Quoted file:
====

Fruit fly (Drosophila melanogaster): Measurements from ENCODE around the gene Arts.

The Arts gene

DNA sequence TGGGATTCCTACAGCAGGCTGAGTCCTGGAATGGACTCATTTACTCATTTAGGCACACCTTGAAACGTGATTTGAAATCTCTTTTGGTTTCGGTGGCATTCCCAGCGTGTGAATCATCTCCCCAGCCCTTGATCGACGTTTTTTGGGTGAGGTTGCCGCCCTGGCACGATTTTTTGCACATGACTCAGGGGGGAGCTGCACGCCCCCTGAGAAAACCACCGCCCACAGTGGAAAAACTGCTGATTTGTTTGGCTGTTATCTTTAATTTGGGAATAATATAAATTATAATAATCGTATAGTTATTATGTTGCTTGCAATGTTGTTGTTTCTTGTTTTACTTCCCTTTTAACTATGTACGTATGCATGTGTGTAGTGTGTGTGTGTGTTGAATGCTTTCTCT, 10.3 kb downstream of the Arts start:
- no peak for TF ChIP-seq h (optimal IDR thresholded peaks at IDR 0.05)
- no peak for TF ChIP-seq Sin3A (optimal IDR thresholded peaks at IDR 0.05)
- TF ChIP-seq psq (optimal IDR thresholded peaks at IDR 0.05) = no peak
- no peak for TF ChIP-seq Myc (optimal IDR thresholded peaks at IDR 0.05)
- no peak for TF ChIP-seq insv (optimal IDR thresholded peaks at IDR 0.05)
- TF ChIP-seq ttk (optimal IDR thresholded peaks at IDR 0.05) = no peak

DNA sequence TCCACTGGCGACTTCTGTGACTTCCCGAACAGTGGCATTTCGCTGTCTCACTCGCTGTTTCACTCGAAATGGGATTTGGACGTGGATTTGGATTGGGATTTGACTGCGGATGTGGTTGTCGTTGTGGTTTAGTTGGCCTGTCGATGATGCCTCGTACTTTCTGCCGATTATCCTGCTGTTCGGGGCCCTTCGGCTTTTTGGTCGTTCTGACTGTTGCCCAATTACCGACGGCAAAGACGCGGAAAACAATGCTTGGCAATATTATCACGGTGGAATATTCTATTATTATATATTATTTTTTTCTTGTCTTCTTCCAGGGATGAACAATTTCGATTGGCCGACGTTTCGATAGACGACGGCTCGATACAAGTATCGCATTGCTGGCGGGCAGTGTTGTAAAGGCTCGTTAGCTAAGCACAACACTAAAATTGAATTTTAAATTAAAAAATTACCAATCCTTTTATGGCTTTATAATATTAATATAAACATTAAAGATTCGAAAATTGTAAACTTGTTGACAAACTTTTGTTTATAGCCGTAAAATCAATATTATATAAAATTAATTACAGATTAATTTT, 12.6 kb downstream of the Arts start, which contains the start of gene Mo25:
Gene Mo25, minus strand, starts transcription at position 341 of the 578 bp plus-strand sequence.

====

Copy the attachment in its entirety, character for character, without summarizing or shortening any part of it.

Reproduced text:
Fruit fly (Drosophila melanogaster): Measurements from ENCODE around the gene Arts.

The Arts gene

DNA sequence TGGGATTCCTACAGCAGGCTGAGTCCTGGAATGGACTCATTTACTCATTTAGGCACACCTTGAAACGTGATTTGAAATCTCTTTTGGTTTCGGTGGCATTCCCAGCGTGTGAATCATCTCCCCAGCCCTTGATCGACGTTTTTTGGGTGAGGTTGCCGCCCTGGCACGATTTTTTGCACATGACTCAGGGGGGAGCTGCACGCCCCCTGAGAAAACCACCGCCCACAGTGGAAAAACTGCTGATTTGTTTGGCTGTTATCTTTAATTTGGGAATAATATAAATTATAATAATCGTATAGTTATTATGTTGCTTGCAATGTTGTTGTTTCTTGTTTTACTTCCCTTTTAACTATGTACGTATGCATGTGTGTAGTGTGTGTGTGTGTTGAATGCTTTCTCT, 10.3 kb downstream of the Arts start:
- no peak for TF ChIP-seq h (optimal IDR thresholded peaks at IDR 0.05)
- no peak for TF ChIP-seq Sin3A (optimal IDR thresholded peaks at IDR 0.05)
- TF ChIP-seq psq (optimal IDR thresholded peaks at IDR 0.05) = no peak
- no peak for TF ChIP-seq Myc (optimal IDR thresholded peaks at IDR 0.05)
- no peak for TF ChIP-seq insv (optimal IDR thresholded peaks at IDR 0.05)
- TF ChIP-seq ttk (optimal IDR thresholded peaks at IDR 0.05) = no peak

DNA sequence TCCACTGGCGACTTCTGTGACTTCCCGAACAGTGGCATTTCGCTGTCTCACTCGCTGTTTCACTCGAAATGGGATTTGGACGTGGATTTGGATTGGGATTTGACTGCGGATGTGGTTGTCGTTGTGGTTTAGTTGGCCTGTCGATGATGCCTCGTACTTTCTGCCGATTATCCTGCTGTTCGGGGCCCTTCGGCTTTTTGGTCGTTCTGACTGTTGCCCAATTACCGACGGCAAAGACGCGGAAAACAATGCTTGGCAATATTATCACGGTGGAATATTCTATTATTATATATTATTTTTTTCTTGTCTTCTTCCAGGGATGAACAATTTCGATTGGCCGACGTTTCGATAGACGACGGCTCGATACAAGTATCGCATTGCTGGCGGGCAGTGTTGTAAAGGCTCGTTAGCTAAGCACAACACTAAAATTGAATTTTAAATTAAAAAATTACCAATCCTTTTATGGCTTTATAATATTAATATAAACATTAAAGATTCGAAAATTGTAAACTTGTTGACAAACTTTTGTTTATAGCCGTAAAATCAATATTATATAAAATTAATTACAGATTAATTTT, 12.6 kb downstream of the Arts start, which contains the start of gene Mo25:
Gene Mo25, minus strand, starts transcription at position 341 of the 578 bp plus-strand sequence.